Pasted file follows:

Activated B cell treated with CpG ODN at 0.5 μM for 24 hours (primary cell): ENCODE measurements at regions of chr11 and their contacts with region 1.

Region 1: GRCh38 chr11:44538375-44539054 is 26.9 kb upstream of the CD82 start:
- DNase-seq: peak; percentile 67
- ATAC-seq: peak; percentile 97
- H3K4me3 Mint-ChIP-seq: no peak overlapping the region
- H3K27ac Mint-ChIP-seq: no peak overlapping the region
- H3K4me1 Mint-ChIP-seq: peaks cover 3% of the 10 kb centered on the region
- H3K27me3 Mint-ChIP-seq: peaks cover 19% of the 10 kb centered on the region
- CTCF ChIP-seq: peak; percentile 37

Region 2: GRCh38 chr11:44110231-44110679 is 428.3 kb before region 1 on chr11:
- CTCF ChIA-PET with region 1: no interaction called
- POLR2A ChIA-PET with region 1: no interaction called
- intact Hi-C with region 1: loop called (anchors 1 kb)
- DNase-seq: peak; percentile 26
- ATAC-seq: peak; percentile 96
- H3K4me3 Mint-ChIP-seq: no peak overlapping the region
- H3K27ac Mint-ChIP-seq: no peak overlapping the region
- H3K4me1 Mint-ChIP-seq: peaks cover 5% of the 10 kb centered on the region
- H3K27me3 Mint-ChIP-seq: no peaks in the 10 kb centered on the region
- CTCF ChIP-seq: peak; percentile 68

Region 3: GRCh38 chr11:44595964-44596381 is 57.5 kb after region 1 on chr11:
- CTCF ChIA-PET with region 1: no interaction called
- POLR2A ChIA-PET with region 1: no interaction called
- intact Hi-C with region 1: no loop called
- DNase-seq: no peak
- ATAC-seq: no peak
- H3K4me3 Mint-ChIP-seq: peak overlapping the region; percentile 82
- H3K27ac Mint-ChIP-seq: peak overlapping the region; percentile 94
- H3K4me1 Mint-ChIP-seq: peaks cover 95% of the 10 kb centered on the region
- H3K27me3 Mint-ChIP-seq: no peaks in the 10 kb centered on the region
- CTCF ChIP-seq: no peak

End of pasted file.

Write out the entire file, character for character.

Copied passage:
Activated B cell treated with CpG ODN at 0.5 μM for 24 hours (primary cell): ENCODE measurements at regions of chr11 and their contacts with region 1.

Region 1: GRCh38 chr11:44538375-44539054 is 26.9 kb upstream of the CD82 start:
- DNase-seq: peak; percentile 67
- ATAC-seq: peak; percentile 97
- H3K4me3 Mint-ChIP-seq: no peak overlapping the region
- H3K27ac Mint-ChIP-seq: no peak overlapping the region
- H3K4me1 Mint-ChIP-seq: peaks cover 3% of the 10 kb centered on the region
- H3K27me3 Mint-ChIP-seq: peaks cover 19% of the 10 kb centered on the region
- CTCF ChIP-seq: peak; percentile 37

Region 2: GRCh38 chr11:44110231-44110679 is 428.3 kb before region 1 on chr11:
- CTCF ChIA-PET with region 1: no interaction called
- POLR2A ChIA-PET with region 1: no interaction called
- intact Hi-C with region 1: loop called (anchors 1 kb)
- DNase-seq: peak; percentile 26
- ATAC-seq: peak; percentile 96
- H3K4me3 Mint-ChIP-seq: no peak overlapping the region
- H3K27ac Mint-ChIP-seq: no peak overlapping the region
- H3K4me1 Mint-ChIP-seq: peaks cover 5% of the 10 kb centered on the region
- H3K27me3 Mint-ChIP-seq: no peaks in the 10 kb centered on the region
- CTCF ChIP-seq: peak; percentile 68

Region 3: GRCh38 chr11:44595964-44596381 is 57.5 kb after region 1 on chr11:
- CTCF ChIA-PET with region 1: no interaction called
- POLR2A ChIA-PET with region 1: no interaction called
- intact Hi-C with region 1: no loop called
- DNase-seq: no peak
- ATAC-seq: no peak
- H3K4me3 Mint-ChIP-seq: peak overlapping the region; percentile 82
- H3K27ac Mint-ChIP-seq: peak overlapping the region; percentile 94
- H3K4me1 Mint-ChIP-seq: peaks cover 95% of the 10 kb centered on the region
- H3K27me3 Mint-ChIP-seq: no peaks in the 10 kb centered on the region
- CTCF ChIP-seq: no peak